The angel John sees descending from heaven in Revelation 10 is a new character in the story (‘another mighty angel’). Yet he is also surprisingly familiar. His sun-like face and legs like pillars of fire recall the Son of Man in Revelation’s opening vision (feet ‘like burnished bronze’, face ‘like the sun shining at full strength’; 1:15–16). His lion-like voice evokes Christ the slaughtered Lamb, who is also ‘the Lion of the tribe of Judah’ (5:5). For this reason, many patristic and medieval commentators interpreted this passage as of Jesus. An alternative possibility is this mighty angel is not Christ himself, but Christ’s own angel, acting as his messenger and mediator.
This image from the fourteenth-century Cloisters Apocalypse, one of many Anglo-Norman illuminated Apocalypse manuscripts produced in England and France from the mid-thirteenth century onwards, explores the ambiguity. The angel, standing at centre, dominates the page. A red cross is visible in his halo, a clear symbol of Christ. Yet, unlike images of Jesus elsewhere in Cloisters (e.g. fol. 6r, depicting Revelation 5:7–14, or fol. 38r, illustrating Revelation 22:10–21), or the bearded angel of Revelation 10 in the earlier Abingdon Apocalypse (c.1270–75; British Library Add. MS 42555, fol. 27v), he is unshaven. He is both like Christ, and unlike Christ.
The angel’s role as mediator between heaven and earth, between Christ and John, is also effectively conveyed by his posture. His raised right hand, by which he swears ‘by him who lives for ever and ever’ (10:6), is positioned in parallel to the cloud extending heavenwards. With his left hand, he offers the little book or ‘little scroll’ to the human John. Thus all three stages in the chain of revelation—God/Christ, his angel, his servant John (1:1)—are presented visually. Christ has delivered his revelation through his angelic mediator. His earthly prophet can now proclaim its bitter-sweet message.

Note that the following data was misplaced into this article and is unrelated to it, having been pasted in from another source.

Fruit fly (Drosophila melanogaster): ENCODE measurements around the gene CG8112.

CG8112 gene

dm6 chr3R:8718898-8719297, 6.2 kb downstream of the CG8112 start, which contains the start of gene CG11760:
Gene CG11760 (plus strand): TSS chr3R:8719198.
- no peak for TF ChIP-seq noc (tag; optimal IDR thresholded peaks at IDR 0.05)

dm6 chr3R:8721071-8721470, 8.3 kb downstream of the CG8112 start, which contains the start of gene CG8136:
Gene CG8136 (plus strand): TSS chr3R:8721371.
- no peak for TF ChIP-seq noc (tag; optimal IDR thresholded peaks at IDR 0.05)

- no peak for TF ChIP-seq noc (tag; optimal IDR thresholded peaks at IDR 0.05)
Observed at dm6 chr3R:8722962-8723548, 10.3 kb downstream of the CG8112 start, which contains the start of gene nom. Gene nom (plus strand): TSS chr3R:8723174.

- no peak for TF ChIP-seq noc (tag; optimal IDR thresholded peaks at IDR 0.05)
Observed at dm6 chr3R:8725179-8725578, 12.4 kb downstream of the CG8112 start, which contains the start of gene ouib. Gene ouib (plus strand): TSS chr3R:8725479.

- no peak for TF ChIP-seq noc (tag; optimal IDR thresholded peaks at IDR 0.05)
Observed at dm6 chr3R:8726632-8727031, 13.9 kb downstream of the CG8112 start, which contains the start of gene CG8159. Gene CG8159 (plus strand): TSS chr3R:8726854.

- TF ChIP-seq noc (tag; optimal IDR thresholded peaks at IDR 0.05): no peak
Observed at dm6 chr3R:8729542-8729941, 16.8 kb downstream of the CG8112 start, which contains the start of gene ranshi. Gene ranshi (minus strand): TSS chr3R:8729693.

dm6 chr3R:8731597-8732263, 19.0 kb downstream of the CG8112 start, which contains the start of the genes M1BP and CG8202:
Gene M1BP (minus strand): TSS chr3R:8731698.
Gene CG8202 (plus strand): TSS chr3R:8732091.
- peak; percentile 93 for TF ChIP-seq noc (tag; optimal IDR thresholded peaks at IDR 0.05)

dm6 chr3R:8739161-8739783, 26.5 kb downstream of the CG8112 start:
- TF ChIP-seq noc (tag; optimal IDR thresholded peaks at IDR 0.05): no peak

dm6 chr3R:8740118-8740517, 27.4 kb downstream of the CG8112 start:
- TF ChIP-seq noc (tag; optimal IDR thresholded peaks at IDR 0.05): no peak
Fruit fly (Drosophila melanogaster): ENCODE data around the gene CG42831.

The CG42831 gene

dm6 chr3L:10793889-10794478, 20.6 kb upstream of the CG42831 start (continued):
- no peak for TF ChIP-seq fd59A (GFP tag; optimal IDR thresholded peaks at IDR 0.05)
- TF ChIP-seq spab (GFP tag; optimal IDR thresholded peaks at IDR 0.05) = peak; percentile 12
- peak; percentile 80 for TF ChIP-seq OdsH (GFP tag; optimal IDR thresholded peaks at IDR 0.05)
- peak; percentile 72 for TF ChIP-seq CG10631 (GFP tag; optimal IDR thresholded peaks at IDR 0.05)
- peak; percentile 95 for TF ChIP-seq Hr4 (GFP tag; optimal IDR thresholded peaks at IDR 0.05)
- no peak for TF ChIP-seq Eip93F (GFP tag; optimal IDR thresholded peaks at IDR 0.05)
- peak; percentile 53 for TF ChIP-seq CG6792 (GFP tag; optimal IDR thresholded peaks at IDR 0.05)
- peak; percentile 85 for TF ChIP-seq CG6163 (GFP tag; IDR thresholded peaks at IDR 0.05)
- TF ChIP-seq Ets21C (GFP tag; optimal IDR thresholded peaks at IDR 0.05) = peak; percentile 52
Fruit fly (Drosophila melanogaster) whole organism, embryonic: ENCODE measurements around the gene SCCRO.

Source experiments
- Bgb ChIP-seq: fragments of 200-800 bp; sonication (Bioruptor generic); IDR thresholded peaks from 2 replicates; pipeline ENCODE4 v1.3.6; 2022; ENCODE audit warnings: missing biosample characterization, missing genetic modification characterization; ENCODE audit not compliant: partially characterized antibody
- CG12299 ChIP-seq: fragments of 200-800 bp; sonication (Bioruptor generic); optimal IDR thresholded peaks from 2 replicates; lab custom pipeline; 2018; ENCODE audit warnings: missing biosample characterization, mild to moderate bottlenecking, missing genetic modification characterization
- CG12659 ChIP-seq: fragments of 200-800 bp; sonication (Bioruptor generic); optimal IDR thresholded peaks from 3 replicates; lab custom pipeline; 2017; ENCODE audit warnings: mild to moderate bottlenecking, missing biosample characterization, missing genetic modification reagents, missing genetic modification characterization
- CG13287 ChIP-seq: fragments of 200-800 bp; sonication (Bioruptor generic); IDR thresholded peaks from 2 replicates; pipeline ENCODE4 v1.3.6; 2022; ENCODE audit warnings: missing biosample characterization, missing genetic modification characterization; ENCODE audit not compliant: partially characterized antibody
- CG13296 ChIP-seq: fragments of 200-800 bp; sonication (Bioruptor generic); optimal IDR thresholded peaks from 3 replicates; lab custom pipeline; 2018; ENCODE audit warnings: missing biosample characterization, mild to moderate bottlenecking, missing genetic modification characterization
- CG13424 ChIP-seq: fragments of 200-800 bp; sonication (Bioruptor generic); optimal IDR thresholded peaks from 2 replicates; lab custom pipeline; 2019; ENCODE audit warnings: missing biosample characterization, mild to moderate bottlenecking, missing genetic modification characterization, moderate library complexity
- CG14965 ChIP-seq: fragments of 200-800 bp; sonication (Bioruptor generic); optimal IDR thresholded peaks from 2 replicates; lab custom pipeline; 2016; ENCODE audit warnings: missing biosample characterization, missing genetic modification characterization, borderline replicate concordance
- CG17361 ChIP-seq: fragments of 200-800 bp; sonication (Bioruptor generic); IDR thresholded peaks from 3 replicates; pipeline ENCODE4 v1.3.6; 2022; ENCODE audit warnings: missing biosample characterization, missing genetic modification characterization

10 Then I saw another mighty angel coming down from heaven, wrapped in a cloud, with a rainbow over his head, and his face was like the sun, and his legs like pillars of fire. 2He had a little scroll open in his hand. And he set his right foot on the sea, and his left foot on the land, 3and called out with a loud voice, like a lion roaring; when he called out, the seven thunders sounded. 4And when the seven thunders had sounded, I was about to write, but I heard a voice from heaven saying, “Seal up what the seven thunders have said, and do not write it down.” 5And the angel whom I saw standing on sea and land lifted up his right hand to heaven 6and swore by him who lives for ever and ever, who created heaven and what is in it, the earth and what is in it, and the sea and what is in it, that there should be no more delay, 7but that in the days of the trumpet call to be sounded by the seventh angel, the mystery of God, as he announced to his servants the prophets, should be fulfilled.
8 Then the voice which I had heard from heaven spoke to me again, saying, “Go, take the scroll which is open in the hand of the angel who is standing on the sea and on the land.” 9So I went to the angel and told him to give me the little scroll; and he said to me, “Take it and eat; it will be bitter to your stomach, but sweet as honey in your mouth.” 10And I took the little scroll from the hand of the angel and ate it; it was sweet as honey in my mouth, but when I had eaten it my stomach was made bitter. 11And I was told, “You must again prophesy about many peoples and nations and tongues and kings.”